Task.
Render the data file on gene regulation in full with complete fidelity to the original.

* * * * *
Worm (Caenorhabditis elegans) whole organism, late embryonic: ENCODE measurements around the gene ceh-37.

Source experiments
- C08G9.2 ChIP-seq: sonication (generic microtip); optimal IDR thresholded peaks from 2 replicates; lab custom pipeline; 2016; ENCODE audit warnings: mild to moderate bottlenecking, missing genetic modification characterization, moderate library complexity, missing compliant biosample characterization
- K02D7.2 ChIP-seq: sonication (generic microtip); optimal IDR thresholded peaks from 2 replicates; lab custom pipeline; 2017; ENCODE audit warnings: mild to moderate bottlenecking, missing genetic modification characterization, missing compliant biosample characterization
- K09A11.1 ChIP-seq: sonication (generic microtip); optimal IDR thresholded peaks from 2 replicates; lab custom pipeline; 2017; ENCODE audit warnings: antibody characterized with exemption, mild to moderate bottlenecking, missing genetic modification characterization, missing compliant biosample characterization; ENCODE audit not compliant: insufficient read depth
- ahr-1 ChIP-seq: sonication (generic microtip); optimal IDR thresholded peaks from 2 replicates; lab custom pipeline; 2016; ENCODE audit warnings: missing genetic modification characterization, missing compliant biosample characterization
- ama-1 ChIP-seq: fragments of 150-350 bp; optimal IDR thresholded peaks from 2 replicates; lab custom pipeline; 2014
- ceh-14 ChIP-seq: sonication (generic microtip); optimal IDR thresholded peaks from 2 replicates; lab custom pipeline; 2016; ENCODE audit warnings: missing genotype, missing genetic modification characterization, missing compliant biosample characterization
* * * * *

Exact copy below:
Worm (Caenorhabditis elegans) whole organism, late embryonic: ENCODE measurements around the gene ceh-37.

Source experiments
- C08G9.2 ChIP-seq: sonication (generic microtip); optimal IDR thresholded peaks from 2 replicates; lab custom pipeline; 2016; ENCODE audit warnings: mild to moderate bottlenecking, missing genetic modification characterization, moderate library complexity, missing compliant biosample characterization
- K02D7.2 ChIP-seq: sonication (generic microtip); optimal IDR thresholded peaks from 2 replicates; lab custom pipeline; 2017; ENCODE audit warnings: mild to moderate bottlenecking, missing genetic modification characterization, missing compliant biosample characterization
- K09A11.1 ChIP-seq: sonication (generic microtip); optimal IDR thresholded peaks from 2 replicates; lab custom pipeline; 2017; ENCODE audit warnings: antibody characterized with exemption, mild to moderate bottlenecking, missing genetic modification characterization, missing compliant biosample characterization; ENCODE audit not compliant: insufficient read depth
- ahr-1 ChIP-seq: sonication (generic microtip); optimal IDR thresholded peaks from 2 replicates; lab custom pipeline; 2016; ENCODE audit warnings: missing genetic modification characterization, missing compliant biosample characterization
- ama-1 ChIP-seq: fragments of 150-350 bp; optimal IDR thresholded peaks from 2 replicates; lab custom pipeline; 2014
- ceh-14 ChIP-seq: sonication (generic microtip); optimal IDR thresholded peaks from 2 replicates; lab custom pipeline; 2016; ENCODE audit warnings: missing genotype, missing genetic modification characterization, missing compliant biosample characterization